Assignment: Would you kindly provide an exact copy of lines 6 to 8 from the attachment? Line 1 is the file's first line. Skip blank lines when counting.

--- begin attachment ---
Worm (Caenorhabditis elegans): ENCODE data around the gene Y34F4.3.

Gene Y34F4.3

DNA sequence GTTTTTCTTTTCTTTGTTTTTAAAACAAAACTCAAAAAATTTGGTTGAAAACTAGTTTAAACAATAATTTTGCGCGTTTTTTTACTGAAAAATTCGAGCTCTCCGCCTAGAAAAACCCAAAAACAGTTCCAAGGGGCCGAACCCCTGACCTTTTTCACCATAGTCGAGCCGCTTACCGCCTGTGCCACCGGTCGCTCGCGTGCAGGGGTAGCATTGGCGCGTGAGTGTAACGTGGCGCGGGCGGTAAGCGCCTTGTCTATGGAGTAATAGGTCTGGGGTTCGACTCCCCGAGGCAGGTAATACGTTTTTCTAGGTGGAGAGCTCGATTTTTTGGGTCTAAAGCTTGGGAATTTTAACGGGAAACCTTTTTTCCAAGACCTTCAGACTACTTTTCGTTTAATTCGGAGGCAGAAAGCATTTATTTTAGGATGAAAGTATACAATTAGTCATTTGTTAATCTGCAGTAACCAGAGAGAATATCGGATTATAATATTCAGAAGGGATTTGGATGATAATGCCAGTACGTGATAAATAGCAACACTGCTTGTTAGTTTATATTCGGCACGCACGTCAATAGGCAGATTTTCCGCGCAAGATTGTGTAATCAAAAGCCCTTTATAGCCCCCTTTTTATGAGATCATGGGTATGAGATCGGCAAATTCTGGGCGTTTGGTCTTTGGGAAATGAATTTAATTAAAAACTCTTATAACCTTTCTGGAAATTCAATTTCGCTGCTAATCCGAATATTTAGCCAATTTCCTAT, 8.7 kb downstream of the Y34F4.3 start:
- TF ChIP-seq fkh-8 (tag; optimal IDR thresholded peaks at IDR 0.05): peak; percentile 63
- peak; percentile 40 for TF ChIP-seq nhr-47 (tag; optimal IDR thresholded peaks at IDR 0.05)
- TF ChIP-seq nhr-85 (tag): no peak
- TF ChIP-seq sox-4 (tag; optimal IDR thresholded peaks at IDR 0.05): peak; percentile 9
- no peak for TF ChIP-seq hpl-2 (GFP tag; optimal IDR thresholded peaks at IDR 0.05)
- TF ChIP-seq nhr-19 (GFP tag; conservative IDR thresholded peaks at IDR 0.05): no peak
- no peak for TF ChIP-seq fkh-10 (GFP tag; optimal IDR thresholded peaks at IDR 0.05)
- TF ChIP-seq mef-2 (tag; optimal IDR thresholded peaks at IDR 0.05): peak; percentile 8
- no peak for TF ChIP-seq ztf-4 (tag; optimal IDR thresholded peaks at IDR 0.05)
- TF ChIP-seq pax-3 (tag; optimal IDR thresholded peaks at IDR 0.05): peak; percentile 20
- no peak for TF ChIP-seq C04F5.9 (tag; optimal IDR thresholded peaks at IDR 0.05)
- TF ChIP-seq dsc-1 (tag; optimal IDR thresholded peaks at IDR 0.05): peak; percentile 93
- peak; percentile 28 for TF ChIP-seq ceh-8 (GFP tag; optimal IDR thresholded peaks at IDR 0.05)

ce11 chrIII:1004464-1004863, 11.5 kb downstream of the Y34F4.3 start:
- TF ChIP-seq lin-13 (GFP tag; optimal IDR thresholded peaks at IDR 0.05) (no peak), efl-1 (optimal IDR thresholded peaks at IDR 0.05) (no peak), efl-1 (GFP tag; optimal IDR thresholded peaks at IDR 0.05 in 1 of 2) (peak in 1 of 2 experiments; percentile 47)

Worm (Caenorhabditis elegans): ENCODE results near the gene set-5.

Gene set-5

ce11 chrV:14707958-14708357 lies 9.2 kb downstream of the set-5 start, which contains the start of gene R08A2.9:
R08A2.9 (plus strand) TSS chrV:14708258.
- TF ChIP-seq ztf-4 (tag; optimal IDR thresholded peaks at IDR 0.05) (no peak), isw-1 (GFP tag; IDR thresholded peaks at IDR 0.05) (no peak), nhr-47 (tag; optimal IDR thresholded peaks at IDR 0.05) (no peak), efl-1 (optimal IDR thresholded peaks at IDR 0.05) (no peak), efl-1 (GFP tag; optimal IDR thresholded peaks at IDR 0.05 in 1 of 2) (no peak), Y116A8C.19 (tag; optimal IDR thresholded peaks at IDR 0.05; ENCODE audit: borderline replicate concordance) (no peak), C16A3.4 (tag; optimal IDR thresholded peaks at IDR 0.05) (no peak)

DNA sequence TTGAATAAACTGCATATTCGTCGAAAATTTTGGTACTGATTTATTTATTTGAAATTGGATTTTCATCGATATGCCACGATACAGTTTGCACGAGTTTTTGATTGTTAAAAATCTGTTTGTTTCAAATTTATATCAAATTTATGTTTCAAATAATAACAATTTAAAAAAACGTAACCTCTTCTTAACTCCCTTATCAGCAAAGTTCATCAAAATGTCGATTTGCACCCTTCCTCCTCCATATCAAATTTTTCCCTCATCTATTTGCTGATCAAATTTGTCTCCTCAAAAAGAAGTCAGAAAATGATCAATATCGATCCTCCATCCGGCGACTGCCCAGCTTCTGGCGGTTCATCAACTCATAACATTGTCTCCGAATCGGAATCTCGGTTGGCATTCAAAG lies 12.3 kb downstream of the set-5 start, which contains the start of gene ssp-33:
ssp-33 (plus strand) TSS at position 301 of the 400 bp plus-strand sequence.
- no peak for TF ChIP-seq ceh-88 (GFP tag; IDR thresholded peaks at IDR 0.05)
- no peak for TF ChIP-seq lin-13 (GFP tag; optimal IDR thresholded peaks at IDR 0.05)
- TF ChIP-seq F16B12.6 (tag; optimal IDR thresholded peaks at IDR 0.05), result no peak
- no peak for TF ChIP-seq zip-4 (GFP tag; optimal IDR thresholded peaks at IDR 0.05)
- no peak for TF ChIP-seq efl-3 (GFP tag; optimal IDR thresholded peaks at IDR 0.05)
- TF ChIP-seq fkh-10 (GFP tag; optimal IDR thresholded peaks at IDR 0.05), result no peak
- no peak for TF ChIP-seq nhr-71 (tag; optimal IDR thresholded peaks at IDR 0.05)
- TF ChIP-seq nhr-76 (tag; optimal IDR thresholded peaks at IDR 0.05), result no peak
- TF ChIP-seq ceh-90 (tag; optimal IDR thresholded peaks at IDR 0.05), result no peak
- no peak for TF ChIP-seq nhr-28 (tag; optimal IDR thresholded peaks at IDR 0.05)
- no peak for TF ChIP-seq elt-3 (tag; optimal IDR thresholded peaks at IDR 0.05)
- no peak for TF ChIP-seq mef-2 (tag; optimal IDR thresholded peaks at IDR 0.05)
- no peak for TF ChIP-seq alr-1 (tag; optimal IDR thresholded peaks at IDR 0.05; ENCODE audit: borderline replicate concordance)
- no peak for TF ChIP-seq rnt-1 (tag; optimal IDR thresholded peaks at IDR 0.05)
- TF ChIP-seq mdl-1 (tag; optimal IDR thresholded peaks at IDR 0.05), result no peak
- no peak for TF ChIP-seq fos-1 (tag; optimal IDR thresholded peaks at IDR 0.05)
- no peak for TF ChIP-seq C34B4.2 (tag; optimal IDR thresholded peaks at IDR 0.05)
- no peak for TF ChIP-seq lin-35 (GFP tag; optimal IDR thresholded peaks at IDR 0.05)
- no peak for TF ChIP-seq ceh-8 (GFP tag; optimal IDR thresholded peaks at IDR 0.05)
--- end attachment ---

- TF ChIP-seq nhr-85 (tag): no peak
- TF ChIP-seq sox-4 (tag; optimal IDR thresholded peaks at IDR 0.05): peak; percentile 9
- no peak for TF ChIP-seq hpl-2 (GFP tag; optimal IDR thresholded peaks at IDR 0.05)